Clinton campaign is seeking
to reduce foundation liability

By the A.M. Costa Rica wire services

The presidential campaign of Hillary Clinton this week attempted to further distance itself from the Clinton Foundation, a charitable group founded by her husband, former President Bill Clinton. The group has done charity work around the globe but has increasingly become a liability for Mrs. Clinton as she seeks the presidency.

Established in 1997, the Clinton Foundation is a non-profit corporation that funds global philanthropic work on issues such as global health, disaster relief, women's rights, economic growth and climate change.

Since its creation, the group has raised more than $2 billion from a large global network that includes foreign governments, organizations and individuals, including some with questionable human rights records.

Under U.S. law, foreign donors and countries are ineligible to give money to U.S. political campaigns. But by donating to the Clinton Foundation, some say those donors are exploiting a workaround that in effect buys them influence with the Clintons.

Before becoming secretary of State in 2009, Hillary Clinton agreed to separate her activities at the State Department from those at the Clinton Foundation. But conservative groups have long been suspicious that there was still an overlap.

Recently unveiled emails show that State Department aides to Hillary Clinton looked into doing favors for Clinton Foundation donors or people who were linked to donors, in what was for many a confirmation of overlap between the two entities.

Shortly after Clinton stepped down as secretary of State in 2013, the State Department expressed interest in, but didn't follow through with, buying real estate from a Nigerian company run by a man whose brother donated at least $1 million to the Clinton Foundation.

In another instance, a senior Clinton Foundation official, Doug Band, asked a top Clinton aide at the State Department about possibly getting a job for an individual whom he said it was important to take care of. The individual, whose name was redacted in the email, was subsequently sent options, according to a reply by Huma Abedin, the State Department aide. The outcome of the apparent job placement effort is not clear.

It's not clear if any of these actions are illegal, but  what was revealed in the emails does suggest a possible conflict of interest, according to Scott Amey, general counsel at the non-partisan Project on Government Oversight watchdog.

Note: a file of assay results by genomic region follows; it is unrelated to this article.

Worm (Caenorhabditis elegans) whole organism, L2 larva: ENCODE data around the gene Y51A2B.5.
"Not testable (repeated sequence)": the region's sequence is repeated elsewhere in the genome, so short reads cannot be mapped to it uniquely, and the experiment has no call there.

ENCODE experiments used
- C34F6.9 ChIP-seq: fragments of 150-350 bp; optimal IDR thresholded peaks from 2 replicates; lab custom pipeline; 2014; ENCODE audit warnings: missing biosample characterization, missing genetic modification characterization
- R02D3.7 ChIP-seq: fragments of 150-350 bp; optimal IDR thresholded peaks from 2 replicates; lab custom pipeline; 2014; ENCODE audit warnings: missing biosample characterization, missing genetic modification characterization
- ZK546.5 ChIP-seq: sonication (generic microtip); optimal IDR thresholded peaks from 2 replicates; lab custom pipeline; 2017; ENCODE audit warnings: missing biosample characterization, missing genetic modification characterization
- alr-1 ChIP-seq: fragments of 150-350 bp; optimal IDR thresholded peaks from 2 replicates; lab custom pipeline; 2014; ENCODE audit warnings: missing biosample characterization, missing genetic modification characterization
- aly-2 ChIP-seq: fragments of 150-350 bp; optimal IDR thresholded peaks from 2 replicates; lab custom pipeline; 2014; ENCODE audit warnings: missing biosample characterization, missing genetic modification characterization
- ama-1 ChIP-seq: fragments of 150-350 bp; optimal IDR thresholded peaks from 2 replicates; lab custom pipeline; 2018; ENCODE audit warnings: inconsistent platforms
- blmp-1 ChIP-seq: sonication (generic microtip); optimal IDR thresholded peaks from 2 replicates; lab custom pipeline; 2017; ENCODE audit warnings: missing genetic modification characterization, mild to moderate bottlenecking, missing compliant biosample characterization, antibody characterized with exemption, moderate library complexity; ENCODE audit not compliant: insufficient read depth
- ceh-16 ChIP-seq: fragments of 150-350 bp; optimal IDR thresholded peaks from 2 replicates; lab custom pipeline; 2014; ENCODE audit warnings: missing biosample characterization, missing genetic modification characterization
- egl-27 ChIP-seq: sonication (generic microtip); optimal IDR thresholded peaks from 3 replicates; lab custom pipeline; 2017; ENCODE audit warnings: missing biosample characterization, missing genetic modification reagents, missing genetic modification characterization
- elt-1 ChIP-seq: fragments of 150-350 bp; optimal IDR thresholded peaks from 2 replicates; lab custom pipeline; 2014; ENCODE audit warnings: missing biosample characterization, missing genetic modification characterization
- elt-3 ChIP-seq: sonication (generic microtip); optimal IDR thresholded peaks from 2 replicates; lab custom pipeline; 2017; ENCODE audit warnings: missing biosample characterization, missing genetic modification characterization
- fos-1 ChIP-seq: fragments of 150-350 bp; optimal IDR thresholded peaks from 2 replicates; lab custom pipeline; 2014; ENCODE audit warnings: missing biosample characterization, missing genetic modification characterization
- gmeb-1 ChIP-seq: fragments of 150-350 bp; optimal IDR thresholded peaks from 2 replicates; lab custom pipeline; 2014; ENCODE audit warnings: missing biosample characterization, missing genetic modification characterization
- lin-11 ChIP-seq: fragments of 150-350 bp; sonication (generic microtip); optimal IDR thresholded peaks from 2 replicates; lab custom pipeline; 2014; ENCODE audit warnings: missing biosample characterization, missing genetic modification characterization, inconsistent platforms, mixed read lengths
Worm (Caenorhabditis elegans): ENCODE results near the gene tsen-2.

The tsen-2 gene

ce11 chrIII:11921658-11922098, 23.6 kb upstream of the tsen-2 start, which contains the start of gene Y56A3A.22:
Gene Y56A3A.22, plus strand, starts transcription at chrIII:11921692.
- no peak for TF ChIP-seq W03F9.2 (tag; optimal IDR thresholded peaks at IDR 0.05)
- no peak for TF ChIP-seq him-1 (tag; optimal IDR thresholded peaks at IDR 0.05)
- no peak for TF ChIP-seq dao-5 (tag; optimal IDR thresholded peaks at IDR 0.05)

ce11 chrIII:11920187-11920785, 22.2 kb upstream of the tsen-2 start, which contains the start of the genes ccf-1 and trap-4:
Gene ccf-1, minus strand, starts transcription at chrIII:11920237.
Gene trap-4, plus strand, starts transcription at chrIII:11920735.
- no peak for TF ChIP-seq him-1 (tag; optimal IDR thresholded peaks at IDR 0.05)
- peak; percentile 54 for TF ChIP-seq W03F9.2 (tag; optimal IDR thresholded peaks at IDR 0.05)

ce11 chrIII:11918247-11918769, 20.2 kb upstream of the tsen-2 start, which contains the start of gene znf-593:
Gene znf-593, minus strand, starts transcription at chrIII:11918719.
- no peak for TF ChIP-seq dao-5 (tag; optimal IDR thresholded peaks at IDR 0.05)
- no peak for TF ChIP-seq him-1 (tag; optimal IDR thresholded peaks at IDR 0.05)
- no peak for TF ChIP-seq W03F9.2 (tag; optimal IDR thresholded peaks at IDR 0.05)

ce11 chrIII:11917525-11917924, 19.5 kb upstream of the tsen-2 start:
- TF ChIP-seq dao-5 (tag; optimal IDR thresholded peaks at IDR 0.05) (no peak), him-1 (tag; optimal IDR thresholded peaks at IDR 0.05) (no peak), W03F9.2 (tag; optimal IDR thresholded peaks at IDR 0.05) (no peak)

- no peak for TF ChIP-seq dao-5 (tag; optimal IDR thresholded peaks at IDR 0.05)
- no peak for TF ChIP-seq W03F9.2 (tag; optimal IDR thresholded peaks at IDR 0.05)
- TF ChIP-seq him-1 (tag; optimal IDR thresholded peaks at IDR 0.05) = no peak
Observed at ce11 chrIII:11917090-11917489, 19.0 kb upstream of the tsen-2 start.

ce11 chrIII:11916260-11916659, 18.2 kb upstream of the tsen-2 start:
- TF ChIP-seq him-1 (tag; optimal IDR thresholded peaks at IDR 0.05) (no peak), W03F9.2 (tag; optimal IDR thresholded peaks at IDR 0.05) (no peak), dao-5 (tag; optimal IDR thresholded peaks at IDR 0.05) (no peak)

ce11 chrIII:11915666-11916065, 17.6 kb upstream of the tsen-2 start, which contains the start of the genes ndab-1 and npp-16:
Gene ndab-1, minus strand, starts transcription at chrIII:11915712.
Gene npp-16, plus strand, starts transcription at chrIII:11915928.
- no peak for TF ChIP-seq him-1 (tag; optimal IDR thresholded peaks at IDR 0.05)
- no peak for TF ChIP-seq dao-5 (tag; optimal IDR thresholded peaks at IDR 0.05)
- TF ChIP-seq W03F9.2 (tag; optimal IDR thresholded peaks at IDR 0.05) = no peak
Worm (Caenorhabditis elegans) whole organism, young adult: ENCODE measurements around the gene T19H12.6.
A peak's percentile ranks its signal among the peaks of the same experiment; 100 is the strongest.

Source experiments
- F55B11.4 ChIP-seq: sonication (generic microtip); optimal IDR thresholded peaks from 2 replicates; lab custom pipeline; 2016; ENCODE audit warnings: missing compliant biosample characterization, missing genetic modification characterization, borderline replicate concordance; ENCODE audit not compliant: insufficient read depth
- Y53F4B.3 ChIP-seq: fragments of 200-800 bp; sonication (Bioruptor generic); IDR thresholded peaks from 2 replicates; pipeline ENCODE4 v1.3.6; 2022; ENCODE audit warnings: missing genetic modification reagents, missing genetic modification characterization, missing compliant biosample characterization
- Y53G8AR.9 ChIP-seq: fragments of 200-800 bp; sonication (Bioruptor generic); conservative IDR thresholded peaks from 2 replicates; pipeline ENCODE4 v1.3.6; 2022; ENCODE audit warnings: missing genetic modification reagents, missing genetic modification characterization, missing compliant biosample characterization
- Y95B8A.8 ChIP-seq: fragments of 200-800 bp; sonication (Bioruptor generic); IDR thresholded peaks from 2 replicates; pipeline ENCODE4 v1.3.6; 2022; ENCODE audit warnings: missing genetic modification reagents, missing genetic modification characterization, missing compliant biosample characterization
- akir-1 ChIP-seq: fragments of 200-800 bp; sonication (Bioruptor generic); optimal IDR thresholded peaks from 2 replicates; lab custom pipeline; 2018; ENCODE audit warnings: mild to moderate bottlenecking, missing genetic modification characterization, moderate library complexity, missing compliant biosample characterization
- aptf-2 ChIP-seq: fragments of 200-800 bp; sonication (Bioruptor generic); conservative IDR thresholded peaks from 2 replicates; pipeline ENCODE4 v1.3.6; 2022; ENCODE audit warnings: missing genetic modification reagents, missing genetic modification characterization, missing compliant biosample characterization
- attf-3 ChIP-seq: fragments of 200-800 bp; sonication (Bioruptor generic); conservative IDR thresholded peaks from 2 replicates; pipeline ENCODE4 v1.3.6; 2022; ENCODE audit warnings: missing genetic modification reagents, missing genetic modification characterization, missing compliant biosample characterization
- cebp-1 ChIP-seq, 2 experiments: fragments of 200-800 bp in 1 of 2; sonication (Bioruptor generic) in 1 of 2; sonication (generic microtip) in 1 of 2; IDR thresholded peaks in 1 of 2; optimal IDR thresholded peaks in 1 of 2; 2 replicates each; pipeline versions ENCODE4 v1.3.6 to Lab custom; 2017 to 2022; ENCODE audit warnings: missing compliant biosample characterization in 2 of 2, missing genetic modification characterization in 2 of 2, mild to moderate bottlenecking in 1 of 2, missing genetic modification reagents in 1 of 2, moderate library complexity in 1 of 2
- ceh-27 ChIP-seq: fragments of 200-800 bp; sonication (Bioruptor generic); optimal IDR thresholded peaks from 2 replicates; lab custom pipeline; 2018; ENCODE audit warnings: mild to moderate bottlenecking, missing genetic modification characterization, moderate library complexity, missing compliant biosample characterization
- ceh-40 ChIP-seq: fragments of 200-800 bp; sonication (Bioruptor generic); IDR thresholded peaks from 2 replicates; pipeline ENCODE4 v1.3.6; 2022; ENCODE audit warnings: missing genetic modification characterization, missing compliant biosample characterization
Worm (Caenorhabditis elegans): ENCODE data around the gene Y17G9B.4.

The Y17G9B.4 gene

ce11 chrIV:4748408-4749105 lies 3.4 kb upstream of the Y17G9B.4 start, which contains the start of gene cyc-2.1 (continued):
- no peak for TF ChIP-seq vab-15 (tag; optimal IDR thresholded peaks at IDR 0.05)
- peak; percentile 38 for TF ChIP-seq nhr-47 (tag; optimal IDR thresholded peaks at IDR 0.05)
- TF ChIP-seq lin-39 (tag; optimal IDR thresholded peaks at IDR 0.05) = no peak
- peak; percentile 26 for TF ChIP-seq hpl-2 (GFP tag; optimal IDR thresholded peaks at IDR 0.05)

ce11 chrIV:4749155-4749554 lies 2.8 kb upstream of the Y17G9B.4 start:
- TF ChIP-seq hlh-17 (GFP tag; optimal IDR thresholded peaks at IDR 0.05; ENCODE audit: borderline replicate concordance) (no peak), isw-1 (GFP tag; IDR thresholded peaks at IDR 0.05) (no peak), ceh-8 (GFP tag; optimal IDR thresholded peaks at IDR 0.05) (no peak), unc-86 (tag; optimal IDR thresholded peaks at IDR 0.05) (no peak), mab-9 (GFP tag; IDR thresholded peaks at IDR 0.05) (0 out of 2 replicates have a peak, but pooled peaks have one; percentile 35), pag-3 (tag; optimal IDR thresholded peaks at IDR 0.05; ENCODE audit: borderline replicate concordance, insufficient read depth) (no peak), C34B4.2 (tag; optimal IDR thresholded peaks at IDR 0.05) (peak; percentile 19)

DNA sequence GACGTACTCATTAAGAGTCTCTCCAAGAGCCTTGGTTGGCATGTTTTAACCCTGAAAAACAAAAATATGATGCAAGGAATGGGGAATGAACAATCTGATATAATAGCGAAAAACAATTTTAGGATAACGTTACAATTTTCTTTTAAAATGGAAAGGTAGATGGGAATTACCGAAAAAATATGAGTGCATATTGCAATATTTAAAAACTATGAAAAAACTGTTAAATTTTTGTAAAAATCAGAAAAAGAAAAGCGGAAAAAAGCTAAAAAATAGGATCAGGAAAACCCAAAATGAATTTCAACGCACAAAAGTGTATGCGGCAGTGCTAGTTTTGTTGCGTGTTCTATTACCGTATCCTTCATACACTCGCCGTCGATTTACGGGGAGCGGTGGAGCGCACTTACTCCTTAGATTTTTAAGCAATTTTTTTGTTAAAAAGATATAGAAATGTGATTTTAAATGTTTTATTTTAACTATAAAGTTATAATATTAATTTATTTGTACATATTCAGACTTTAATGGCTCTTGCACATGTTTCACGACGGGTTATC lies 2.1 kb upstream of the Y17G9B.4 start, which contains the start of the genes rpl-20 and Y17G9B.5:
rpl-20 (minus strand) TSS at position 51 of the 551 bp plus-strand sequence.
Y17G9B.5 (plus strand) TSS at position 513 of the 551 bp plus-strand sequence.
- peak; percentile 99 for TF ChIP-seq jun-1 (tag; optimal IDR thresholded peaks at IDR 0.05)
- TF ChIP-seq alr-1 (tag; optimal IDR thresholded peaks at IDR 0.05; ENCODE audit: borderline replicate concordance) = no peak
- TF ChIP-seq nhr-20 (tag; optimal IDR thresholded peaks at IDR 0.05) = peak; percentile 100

"I doubt my emails were going to get responded to by Huma Abedin," Amey said. "And at that point, you've created a system that allows favoritism."

But at this point, it does not appear that Hillary Clinton was implicated directly in any of the emails.

Amey says. "I think this is the kind of thing that happens every day in Washington, D.C.," he said, citing the outsized influence of wealthy lobbying groups and the tendency for top government officials to go back and forth between working in public and private positions.

"You always have to worry about whether people are getting some sort of unfair competitive advantage that is skewing the system or that isn't in the public interest," he added.

Republican presidential candidate Donald Trump says the emails are evidence that the Clintons are corrupt, and that donors essentially engaged in inappropriate pay-to-play practices with them.

The accusation fits a longstanding attack pattern by conservatives, who have for decades tried to paint the Clintons as the ultimate insiders who have gotten wealthy by their connections to Wall Street billionaires.

The Clinton campaign has firmly denied any wrongdoing, saying that any decisions by State Department officials were made without considering the influence of donors.

But the Clintons have also been forced to distance themselves from their foundation. This week, Bill Clinton said the organization would no longer accept foreign or corporate money and that he would resign from its board if Hillary Clinton is elected.

Can the Clintons really separate themselves enough? Probably not, says Mark Rom, a professor of public policy at Georgetown University.

"When your name is on it, it's pretty hard to do that," he said. "Even if you really are entirely separate, and there is no communication at all, people will still say that they gave to the Clinton Foundation."

There have been increasing calls for the Clintons to shut down the organization altogether, and those calls seem likely to only grow louder as Election Day approaches.

The controversy probably won't go away, since Trump seems determined to make it a key campaign issue. There could also be more revelations about links between the Clinton Foundation and the State Department.

"There's bound to be more," said political scientist Larry Sabato. "The opposition party always saves things for the last few weeks of a campaign."

Obama is going back to work
after Martha’s Vineyard stay

By the A.M. Costa Rica wire services

U.S. President Barack Obama was ending his golf-filled, oceanfront summer vacation Sunday, returning to Washington ahead of a trip early next month to China and Laos and campaigning to elect Democrat Hillary Clinton as his successor.

Obama spent 16 days with his wife, Michelle, and their daughters Malia and Sasha at Martha's Vineyard on the Atlantic Ocean shoreline in the northeastern state of Massachusetts, a favorite summertime retreat of wealthy Americans. He played numerous rounds of golf, his favorite athletic past-time, dined out often with family and friends and on Sunday went for a last-day-of-vacation hike with his wife.

Obama on Tuesday is heading to the flood-ravaged state of Louisiana in the southern part of the country, where 13 people have been killed by the raging waters and thousands left homeless. Republican presidential candidate Donald Trump, Mrs. Clinton's opponent in the Nov. 8 presidential election, visited the state Friday.